In the above verses the dispute has often centered around the Greek word "sabbatwn," translated here in the KJV, as "sabbath days."  To what does this word refer?  One could try to answer this question in any number of ways.  This study attempts to answer that question by considering its immediate and larger linguistic context.  It turns out that our decisions about the immediate context greatly affects our understanding of the word "sabbatwn."  It also became obvious during the course of this study that some authors decided, either intentionally or not, to at best, slight the linguistic features of the text.  And it seems that too often we are not fully conscious of those decisions.  In this study we will attempt to make at least some of those decisions explicit in the hopes that doing so will help to resolve the problem.

     Unless otherwise noted, all the Bible verses are in the KJV.

     We should first note that Paul is telling the Christians who were in Colossae not to let any man judge them on these matters, not that they were not to be judged "by any of these" things that follow in the verse.10

     Two notes before we start.  First, in the course of my investigation I became aware that some very basic questions need to be asked and answered.  When reading Col. 2:16-17 and interpretations of it, one should ask this question: is Paul talking about others condemning the believers of Colossae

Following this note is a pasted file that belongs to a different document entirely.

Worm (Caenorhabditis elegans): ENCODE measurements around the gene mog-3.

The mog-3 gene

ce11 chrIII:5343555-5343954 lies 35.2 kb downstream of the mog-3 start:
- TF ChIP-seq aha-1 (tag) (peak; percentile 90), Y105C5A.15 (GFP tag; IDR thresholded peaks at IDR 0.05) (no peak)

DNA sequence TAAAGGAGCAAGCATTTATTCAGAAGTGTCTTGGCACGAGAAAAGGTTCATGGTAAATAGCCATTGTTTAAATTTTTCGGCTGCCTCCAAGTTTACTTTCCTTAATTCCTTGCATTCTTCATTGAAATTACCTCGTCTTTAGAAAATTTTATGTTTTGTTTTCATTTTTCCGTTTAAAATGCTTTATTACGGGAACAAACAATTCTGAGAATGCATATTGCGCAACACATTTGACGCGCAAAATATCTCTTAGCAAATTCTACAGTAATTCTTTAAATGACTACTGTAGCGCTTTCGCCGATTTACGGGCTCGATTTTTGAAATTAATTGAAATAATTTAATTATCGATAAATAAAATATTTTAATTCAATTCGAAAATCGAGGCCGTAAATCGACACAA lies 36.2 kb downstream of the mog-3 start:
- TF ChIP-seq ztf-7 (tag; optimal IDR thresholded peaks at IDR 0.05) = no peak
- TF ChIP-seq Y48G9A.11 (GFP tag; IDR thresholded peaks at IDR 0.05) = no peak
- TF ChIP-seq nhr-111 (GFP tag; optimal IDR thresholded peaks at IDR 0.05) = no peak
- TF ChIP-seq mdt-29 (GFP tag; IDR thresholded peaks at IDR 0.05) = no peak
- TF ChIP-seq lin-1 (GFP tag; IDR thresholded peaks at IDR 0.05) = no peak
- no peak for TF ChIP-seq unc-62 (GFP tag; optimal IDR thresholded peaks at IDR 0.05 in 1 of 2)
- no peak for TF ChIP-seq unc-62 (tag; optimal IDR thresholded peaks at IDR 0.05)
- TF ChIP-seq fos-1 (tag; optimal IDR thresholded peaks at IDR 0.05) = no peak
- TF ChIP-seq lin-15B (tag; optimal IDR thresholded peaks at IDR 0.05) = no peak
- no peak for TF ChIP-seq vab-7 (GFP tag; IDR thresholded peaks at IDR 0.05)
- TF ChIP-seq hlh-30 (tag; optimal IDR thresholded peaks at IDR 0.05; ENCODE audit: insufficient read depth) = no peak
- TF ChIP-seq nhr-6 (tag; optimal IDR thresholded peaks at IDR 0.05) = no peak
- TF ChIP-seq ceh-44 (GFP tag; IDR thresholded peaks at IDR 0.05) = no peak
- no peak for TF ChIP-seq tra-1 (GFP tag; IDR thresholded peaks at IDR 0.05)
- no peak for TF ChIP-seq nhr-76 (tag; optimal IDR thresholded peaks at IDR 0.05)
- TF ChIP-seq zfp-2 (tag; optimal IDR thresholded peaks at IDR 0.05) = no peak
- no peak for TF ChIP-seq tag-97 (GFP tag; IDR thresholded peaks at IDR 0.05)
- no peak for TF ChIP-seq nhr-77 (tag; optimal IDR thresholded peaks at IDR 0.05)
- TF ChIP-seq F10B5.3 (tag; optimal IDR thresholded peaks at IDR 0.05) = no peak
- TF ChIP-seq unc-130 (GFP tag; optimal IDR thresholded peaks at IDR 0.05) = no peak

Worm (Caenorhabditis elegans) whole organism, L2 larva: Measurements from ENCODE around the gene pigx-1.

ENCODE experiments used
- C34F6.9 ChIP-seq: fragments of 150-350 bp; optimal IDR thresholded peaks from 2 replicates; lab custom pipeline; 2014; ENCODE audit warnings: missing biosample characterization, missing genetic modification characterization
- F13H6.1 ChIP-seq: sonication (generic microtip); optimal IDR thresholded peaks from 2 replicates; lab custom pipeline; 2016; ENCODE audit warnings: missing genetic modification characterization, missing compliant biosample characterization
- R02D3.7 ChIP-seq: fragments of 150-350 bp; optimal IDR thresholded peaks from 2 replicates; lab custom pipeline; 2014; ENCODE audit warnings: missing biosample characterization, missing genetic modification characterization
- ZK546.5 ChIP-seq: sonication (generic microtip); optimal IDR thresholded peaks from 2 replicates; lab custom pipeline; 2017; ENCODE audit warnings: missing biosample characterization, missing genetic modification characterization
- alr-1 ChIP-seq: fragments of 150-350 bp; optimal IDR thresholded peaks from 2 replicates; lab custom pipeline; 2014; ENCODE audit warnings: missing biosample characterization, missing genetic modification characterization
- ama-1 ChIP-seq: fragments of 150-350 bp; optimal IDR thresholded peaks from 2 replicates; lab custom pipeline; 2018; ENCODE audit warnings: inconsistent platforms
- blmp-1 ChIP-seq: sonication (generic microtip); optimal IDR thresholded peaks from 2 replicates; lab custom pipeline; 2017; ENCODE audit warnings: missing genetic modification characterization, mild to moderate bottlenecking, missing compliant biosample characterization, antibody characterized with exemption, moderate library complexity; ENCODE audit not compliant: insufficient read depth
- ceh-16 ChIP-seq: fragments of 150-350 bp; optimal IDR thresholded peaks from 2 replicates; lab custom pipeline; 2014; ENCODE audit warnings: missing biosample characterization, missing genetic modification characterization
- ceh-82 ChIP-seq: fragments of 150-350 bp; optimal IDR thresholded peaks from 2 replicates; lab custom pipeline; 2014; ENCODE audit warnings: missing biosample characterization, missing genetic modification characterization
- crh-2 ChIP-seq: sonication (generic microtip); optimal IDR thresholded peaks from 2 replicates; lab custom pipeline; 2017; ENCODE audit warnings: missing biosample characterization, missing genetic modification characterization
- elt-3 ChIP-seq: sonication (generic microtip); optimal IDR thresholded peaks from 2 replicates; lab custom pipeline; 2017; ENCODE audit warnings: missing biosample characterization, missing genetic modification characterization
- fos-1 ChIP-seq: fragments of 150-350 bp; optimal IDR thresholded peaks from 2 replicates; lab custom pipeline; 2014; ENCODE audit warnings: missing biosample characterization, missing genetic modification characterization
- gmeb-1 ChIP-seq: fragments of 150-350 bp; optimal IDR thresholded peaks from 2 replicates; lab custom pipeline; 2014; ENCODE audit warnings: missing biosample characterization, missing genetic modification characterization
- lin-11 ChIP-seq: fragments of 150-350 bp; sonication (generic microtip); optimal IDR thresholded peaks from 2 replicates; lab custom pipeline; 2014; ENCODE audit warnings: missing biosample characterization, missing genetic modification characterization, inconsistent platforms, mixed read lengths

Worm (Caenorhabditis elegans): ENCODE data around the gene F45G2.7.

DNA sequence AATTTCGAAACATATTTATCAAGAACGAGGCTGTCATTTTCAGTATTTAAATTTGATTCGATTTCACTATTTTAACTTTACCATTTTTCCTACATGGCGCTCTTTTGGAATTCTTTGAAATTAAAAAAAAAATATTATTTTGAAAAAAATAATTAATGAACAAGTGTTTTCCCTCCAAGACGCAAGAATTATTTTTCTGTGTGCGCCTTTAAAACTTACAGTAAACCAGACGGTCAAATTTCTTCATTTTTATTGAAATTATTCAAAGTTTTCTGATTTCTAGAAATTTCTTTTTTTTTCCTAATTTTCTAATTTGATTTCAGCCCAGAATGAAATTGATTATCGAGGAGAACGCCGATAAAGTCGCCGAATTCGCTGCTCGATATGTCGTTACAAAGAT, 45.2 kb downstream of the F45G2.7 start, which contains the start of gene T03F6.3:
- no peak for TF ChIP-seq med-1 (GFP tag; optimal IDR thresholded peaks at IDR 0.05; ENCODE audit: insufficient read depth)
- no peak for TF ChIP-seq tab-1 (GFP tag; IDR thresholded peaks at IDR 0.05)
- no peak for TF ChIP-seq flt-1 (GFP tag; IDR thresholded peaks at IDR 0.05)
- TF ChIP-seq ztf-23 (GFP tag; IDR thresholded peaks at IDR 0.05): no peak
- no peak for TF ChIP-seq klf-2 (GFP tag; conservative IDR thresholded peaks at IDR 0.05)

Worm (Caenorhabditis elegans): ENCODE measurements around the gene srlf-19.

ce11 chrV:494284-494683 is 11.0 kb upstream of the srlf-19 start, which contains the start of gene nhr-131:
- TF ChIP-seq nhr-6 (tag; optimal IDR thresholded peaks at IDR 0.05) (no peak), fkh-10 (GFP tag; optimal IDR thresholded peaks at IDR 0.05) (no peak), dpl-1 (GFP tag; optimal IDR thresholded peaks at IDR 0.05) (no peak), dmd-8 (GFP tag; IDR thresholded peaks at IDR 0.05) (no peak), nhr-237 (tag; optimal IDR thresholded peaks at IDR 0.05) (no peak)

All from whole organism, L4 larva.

a) for participating in the things listed in vs. 16? Or,
b) are these critics complaining about their non-participation?11 Or,
c) are the critics condemning the believers for not following their man-made rules about these things?12

     Or, to say it another way, as Troy Martin has, the critics of the church in Colossae may be condemning "the Colossian Christians for engaging, not engaging, or engaging incorrectly in these practices."13  Hay thinks that Romans 14 [verses 5-6] suggests yet another possibility: "[p]erhaps some Colossians are practicing restrictions on diet and holy days and others are not - and the Errorists are condemning some or all of the Colossian believers for not considering such matters essential."14  He then goes on to correctly note that "Colossians 2:16 does not make clear what kinds of judgment are in view."  Alternatively, Ratzlaff has suggested that if Paul had "taught Gentile Christians to keep the Sabbath, he would have corrected the Colossian's perversion of Sabbath-keeping."15  This explanation of course assumes that it was the believers who were practicing some perversion of the Sabbath; what if, however, it was those doing the judging who were advocating some perversion of what the believers were doing?

     This is not an idle question for if we can't even agree on what is being criticized and why it was being criticized then how can we tell if our interpretation of these verses is valid?

     Secondly, I have found too often in the course of this study that some anti-sabbatarian critics have assumed, without presenting even a scintilla of evidence to support their case, that Paul was saying that no one should judge whether a Christian should observe these things and certain others have then twisted the meaning of the text to mean that therefore the seventh-day Sabbath is null and void.